When word broke the Chicago Bulls wanted to get their hands on DeMar DeRozan, people were surprised. Then, when Arturas Karnisovas and Marc Everley went to the lengths they did to accomplish that, people were … uh … even more surprised.
Thaddeus Young, Al-Farouq Aminu, and a second-round pick went to the San Antonio Spurs for the right to hand DeRozan a three-year, $81.9 million contract. A ball-dominant 32-year-old who practically has both feet out of his prime, many around the league have slapped the Bulls on the wrist for a stark overpay. No one is necessarily questioning DeRozan’s current talent, but the market for him did not appear particularly fruitful. The two teams most frequently thrown into the conversation were the Los Angeles Lakers and Clippers, and neither had the kind flexibility to hand him a significant deal. So who exactly was putting the pressure on Chicago to pony up?
Thanks to a previous report from Bleacher Report’s Jake Fischer, we do know several other playoff contenders had an eye on DeRozan. The 76ers, Warriors, Trail Blazers, Celtics, and Knicks all reportedly expressed interest in the four-time All-Star. The first four of those teams may have been in a similar situation to the Lakers and Clippers, but it at least tells us other teams with a more proven competitive track record could have been trying to convince DeRozan to take less money for a ring chase.
Still, none should have been strong enough threats to make the Bulls pay the kind of money they did. Well, none except the Knicks. As one of the most loaded cap space teams in the NBA this season, the Knicks could have been the type to push up the price on DeRozan. And, according to the New York Posts’ Marc Berman, they may have done just that (h/t Kurt Helin, NBC Sports).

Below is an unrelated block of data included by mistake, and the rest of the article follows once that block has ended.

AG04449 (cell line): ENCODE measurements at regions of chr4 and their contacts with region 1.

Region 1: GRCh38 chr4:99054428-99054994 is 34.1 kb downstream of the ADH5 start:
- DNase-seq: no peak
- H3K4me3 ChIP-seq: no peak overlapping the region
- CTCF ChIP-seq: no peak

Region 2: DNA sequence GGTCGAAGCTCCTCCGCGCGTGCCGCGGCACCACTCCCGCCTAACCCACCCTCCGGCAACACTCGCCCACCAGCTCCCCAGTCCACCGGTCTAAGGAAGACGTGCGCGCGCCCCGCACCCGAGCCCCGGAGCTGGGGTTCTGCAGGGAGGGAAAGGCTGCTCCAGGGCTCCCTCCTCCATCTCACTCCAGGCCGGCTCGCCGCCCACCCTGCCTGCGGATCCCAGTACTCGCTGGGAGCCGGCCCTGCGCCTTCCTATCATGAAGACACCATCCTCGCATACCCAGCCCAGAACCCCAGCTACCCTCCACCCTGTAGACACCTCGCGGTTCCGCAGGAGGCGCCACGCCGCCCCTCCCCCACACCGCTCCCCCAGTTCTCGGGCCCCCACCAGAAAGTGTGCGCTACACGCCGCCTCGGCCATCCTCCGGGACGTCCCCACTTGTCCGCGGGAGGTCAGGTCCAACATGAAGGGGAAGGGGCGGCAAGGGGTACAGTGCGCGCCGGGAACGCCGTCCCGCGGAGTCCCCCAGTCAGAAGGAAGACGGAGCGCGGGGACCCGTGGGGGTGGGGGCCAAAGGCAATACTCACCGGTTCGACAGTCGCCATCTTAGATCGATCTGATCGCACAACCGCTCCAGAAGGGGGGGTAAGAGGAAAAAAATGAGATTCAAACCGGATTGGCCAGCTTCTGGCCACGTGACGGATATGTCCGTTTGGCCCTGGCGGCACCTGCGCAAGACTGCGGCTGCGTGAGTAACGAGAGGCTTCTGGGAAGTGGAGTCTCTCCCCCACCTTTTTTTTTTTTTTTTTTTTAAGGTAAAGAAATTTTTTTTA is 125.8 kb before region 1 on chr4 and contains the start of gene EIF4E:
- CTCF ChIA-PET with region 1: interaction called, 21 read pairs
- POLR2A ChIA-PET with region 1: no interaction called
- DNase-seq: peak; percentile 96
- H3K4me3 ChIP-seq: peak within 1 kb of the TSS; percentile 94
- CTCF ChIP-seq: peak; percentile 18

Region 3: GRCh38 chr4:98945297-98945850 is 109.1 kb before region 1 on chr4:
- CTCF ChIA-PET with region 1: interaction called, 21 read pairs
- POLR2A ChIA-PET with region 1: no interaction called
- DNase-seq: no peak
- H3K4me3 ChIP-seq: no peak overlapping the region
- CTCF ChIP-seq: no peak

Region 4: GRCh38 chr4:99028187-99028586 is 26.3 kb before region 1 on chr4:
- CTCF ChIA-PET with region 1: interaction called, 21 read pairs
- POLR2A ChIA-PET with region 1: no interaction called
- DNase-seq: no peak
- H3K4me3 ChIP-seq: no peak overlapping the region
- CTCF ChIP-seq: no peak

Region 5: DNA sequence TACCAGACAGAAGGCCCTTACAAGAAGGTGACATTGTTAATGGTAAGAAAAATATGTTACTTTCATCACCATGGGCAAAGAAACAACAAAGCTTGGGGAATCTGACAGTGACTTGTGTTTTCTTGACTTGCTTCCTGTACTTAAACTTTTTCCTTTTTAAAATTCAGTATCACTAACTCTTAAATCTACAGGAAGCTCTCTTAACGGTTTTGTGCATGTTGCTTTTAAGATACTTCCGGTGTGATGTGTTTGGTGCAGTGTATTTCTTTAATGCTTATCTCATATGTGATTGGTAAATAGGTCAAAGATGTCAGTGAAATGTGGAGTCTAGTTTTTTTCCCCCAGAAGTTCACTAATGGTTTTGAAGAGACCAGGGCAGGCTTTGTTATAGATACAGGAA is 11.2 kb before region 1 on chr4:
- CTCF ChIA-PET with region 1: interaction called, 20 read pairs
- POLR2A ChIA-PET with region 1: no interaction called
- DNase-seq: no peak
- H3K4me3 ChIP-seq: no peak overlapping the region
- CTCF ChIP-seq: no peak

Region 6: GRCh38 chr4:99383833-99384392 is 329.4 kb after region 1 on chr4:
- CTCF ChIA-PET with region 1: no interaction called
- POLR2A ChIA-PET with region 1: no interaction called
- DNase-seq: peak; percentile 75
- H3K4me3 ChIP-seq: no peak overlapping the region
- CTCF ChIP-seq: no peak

Turns out, according to two NBA sources, [Knicks GM Scott] Perry was leaning toward a bolder pursuit, that of San Antonio standout swingman DeMar DeRozan. He made the All-Star Game his last three seasons in Toronto before being traded to the Spurs in 2018. DeRozan, though, would have cost more per season. According to the sources, DeRozan had sincere interest in the Knicks, but instead ended up with a generous deal in Chicago – a three-year, $85 million package. The Knicks inked Fournier for four years, $78 million (with bonuses) while retaining a team option for the final season.
Who knows whether or not any kind of direct bidding war ensued between these two teams, but this certainly feels like it could have influenced the price AKME paid. After all, Berman implies DeRozan would have cost more per year than the Knicks were willing to pay, which tells us his camp was either demanding a hefty sum or Chicago came in the kind of offer that would for sure take the Knicks off his radar. The fact DeRozan had a “sincere interest” in New York potentially made the Bulls’ decision to bump up the price that much more necessary.
This certainly does not justify the entire transaction/deal, but it does suggest more legitimate competition for DeRozan than we had previously heard about. And we know that when this front office sets its sights on something, they are not afraid to do what it takes to make that something happen. So maybe when the Knicks started to get a bit pesky, the Bulls upped the ante, Marc Eversley boarded a plane, Nikola Vucevic made some calls, and the Bulls sealed the deal.